British Prime Minister, Theresa May boasts that the UK has "the best performance on a per person basis than any other G7 nation."  She may be right, but... Yes, there is a 'but', and it is a very a big 'but'.  The UK hits its targets by exporting its pollution.
Exporting environmental pollution The UK reliance on imports is simply exporting our environmental pollution. Our cheap food comes at a great environmental cost.   Our consumption goes on killing the planet.


In a globalised world, the demand for food is increasingly met by resources outside a given country’s own territory.  Currently, almost a quarter of all food produced for human consumption is traded internationally.  This is good news for the global food market and the big con…

Harnessing artificial intelligence for the health of all

Imagine! Imagine if the greatest medical knowledge and expertise could be harnessed for the wellbeing of all, regardless of their location.  Imagine if we could harness expertise in cancer diagnosis and treatments, even in remote rural areas of Africa.  Imagine the possibilities.

One of the greatest barriers to health care is access to expert diagnosis, prognosis and treatment, but what if AI could be used to breakdown this barrier?  Even in the remotest areas there is often access to mobile phone technology.  Could this be harnessed to for the benefit of those who live in these areas.  Could AI be harnessed to ease the ever increasing demands on stretched human medical resources? 
Two United Nations specialist agencies are joining forces to expand the use of artificial intelligence (AI) in the health sector to a global scale, and to 'leverage the power' of AI to advance health for all worldwide.
Creating a standards framework The International Telecommunication Union (ITU) an…

The unmet 'financial toxicity' of cancer

In addition to facing new concerns about their health, individuals who are diagnosed with cancer often worry about the financial burdens of treatment. A new study in the USA indicates that many patients feel that such ‘financial toxicity’ is not adequately addressed by their doctors and other clinicians. The findings are published online in  CANCER, a peer-reviewed journal of the American Cancer Society.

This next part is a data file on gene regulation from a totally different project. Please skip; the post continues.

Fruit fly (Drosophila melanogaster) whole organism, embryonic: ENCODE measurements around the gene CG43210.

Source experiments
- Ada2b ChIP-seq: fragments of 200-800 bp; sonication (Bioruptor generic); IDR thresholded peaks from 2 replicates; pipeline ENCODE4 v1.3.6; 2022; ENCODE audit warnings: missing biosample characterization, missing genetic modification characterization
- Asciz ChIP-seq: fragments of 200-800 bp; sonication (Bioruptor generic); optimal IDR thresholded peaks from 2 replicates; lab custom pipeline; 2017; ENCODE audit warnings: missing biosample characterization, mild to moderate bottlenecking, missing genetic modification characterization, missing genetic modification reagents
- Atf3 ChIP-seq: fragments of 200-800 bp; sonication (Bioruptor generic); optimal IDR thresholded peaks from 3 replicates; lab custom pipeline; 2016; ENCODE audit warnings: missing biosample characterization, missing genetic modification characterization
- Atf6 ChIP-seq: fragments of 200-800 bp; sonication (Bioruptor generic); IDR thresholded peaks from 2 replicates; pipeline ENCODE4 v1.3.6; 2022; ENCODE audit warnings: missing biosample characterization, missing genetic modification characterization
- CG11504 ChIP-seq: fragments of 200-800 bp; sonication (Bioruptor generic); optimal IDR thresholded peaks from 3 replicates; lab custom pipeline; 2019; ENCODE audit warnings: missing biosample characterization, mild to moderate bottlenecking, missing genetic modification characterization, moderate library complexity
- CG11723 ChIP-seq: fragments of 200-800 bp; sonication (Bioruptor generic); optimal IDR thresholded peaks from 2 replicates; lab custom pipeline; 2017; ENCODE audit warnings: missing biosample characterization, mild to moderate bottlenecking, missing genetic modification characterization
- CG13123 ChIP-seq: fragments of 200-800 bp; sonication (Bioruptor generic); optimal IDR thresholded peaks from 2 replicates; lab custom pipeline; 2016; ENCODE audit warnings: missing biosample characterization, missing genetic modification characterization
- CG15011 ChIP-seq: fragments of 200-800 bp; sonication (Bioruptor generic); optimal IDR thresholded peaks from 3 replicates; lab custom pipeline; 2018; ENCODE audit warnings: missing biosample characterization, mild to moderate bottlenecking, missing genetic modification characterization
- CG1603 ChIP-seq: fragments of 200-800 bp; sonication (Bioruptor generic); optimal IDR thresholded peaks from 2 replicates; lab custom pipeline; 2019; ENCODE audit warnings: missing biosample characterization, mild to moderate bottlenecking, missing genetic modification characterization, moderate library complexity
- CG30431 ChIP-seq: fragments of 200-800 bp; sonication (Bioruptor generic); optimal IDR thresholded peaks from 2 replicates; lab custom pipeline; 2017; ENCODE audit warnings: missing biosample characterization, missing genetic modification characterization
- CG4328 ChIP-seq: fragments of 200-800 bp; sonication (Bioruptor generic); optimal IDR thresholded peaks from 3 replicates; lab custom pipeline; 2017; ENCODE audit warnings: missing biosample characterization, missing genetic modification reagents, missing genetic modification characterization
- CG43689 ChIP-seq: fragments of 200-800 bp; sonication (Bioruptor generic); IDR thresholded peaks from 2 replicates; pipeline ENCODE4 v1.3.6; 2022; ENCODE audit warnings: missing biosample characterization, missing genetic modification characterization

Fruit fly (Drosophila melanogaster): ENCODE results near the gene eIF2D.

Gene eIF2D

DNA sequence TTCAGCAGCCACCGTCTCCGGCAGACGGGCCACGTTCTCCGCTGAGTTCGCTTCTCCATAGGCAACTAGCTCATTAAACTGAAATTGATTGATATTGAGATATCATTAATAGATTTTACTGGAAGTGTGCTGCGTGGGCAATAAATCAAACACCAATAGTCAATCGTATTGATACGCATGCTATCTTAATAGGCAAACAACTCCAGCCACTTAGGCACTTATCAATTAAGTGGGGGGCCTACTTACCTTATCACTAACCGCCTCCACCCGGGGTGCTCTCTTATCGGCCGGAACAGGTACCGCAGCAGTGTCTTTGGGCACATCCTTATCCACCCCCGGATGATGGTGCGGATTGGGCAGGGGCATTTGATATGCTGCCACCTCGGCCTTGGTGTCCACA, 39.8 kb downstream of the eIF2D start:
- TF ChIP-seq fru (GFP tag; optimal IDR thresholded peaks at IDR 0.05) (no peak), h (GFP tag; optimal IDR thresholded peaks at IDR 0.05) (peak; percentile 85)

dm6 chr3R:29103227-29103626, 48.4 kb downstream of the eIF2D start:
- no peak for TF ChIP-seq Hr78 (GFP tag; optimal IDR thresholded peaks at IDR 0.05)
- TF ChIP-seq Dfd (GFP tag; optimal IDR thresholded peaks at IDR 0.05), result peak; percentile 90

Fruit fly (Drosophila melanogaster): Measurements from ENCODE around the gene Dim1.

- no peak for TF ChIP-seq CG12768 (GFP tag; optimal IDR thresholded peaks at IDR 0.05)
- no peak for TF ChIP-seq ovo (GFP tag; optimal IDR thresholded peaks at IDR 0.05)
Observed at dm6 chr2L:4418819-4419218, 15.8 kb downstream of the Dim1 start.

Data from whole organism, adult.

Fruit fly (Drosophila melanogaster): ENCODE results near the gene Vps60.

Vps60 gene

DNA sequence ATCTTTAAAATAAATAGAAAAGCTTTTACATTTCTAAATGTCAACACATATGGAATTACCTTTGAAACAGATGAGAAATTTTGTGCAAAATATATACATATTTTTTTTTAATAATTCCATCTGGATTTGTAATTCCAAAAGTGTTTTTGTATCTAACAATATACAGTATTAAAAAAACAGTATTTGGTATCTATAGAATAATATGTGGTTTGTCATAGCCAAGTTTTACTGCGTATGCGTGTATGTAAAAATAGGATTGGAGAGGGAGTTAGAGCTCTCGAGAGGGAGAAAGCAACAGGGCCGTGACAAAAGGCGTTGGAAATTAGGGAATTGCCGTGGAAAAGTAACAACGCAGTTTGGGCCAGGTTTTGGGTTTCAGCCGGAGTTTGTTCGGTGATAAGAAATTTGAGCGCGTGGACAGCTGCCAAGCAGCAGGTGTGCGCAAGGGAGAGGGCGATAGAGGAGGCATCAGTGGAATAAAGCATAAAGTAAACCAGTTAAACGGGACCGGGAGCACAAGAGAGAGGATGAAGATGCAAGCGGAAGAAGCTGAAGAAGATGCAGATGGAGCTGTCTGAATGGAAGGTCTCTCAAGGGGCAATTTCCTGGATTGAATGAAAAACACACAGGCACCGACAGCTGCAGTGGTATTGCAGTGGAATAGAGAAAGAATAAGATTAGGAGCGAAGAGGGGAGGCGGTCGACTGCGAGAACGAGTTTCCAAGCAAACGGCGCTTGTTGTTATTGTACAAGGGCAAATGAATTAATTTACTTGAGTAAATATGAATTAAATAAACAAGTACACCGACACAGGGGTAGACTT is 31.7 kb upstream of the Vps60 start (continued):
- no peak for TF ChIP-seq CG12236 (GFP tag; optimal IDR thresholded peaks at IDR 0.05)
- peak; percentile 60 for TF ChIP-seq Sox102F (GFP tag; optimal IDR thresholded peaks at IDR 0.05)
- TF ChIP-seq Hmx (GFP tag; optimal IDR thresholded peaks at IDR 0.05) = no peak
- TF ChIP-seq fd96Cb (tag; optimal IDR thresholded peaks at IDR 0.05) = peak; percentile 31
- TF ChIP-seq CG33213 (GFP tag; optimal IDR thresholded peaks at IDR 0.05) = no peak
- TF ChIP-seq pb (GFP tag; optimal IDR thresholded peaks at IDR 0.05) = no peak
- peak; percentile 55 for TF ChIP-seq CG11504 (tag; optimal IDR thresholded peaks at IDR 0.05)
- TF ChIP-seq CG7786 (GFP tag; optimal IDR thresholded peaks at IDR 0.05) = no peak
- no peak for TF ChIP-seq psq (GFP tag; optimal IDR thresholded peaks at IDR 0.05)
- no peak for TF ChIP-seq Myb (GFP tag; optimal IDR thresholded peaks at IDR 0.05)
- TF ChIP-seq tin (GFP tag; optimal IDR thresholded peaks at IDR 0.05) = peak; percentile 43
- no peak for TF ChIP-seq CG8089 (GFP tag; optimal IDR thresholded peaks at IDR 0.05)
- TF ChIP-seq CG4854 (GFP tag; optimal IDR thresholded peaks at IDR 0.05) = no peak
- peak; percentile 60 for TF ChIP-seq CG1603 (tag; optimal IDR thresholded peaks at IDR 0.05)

Growing awareness of financial difficulties There is growing awareness that cancer diagnosis and treatment can create financial difficulties even for patients with health insurance, but it is unclear whether patients today are being helped by their doctors or staff with these challenges. To investigate, Reshma Jagsi, MD, DPhil, of the University of Michigan in Ann Arbor, and her colleagues surveyed patients with early-stage breast cancer and their physicians: 2502 patients, 370 surgeons, 306 medical oncologists, and 169 radiation oncologists.

Half of responding medical oncologists repo…

Whose the daddy Gorilla?

With television shows  emotionally uniting children with their long-lost 'real fathers', paternity clearly matters to us humans. Many species show discrimination in rearing their own offspring.  But, it appears not to matter so much to mountain gorillas.


Gorilla Fathers from Dian Fossey Gorilla Fund on Vimeo.

Recent research published in the journal Animal Behaviour shows that being the biological daddy isn’t so important for male gorillas when it comes to their relationships with the youngsters in the group. What matters is their rank.

Mountain gorillas (Gorilla beringei beringei) live in groups in the forests of central Africa.  They are unusual among primates because one group, or troop, of gorillas can have more than one male, as well as several females.  So, do the males behave differently to the youngsters in the group? Or do they treat them all the same?  Is there any sign they are distinguishing their 'own' young?